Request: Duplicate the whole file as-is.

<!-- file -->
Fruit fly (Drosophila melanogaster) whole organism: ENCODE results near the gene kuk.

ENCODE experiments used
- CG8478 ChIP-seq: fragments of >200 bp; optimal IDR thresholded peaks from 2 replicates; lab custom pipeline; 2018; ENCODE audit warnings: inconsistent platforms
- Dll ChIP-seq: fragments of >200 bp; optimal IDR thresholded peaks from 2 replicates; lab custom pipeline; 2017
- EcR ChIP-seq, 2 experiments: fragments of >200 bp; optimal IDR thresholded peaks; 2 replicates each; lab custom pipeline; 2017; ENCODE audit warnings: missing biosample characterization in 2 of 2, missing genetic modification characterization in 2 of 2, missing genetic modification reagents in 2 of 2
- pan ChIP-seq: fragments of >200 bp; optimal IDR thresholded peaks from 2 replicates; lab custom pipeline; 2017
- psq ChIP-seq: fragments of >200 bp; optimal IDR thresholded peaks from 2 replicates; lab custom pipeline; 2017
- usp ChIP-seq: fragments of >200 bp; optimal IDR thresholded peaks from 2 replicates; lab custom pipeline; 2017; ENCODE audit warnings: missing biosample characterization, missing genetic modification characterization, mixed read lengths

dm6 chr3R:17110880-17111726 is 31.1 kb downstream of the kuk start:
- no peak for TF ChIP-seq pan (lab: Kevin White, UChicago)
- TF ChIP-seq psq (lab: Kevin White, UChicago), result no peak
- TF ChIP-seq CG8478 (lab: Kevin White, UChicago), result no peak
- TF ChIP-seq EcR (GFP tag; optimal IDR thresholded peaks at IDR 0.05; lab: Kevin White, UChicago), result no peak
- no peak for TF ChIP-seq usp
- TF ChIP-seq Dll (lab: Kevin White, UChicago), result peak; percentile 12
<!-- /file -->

Fruit fly (Drosophila melanogaster) whole organism: ENCODE results near the gene kuk.

ENCODE experiments used
- CG8478 ChIP-seq: fragments of >200 bp; optimal IDR thresholded peaks from 2 replicates; lab custom pipeline; 2018; ENCODE audit warnings: inconsistent platforms
- Dll ChIP-seq: fragments of >200 bp; optimal IDR thresholded peaks from 2 replicates; lab custom pipeline; 2017
- EcR ChIP-seq, 2 experiments: fragments of >200 bp; optimal IDR thresholded peaks; 2 replicates each; lab custom pipeline; 2017; ENCODE audit warnings: missing biosample characterization in 2 of 2, missing genetic modification characterization in 2 of 2, missing genetic modification reagents in 2 of 2
- pan ChIP-seq: fragments of >200 bp; optimal IDR thresholded peaks from 2 replicates; lab custom pipeline; 2017
- psq ChIP-seq: fragments of >200 bp; optimal IDR thresholded peaks from 2 replicates; lab custom pipeline; 2017
- usp ChIP-seq: fragments of >200 bp; optimal IDR thresholded peaks from 2 replicates; lab custom pipeline; 2017; ENCODE audit warnings: missing biosample characterization, missing genetic modification characterization, mixed read lengths

dm6 chr3R:17110880-17111726 is 31.1 kb downstream of the kuk start:
- no peak for TF ChIP-seq pan (lab: Kevin White, UChicago)
- TF ChIP-seq psq (lab: Kevin White, UChicago), result no peak
- TF ChIP-seq CG8478 (lab: Kevin White, UChicago), result no peak
- TF ChIP-seq EcR (GFP tag; optimal IDR thresholded peaks at IDR 0.05; lab: Kevin White, UChicago), result no peak
- no peak for TF ChIP-seq usp
- TF ChIP-seq Dll (lab: Kevin White, UChicago), result peak; percentile 12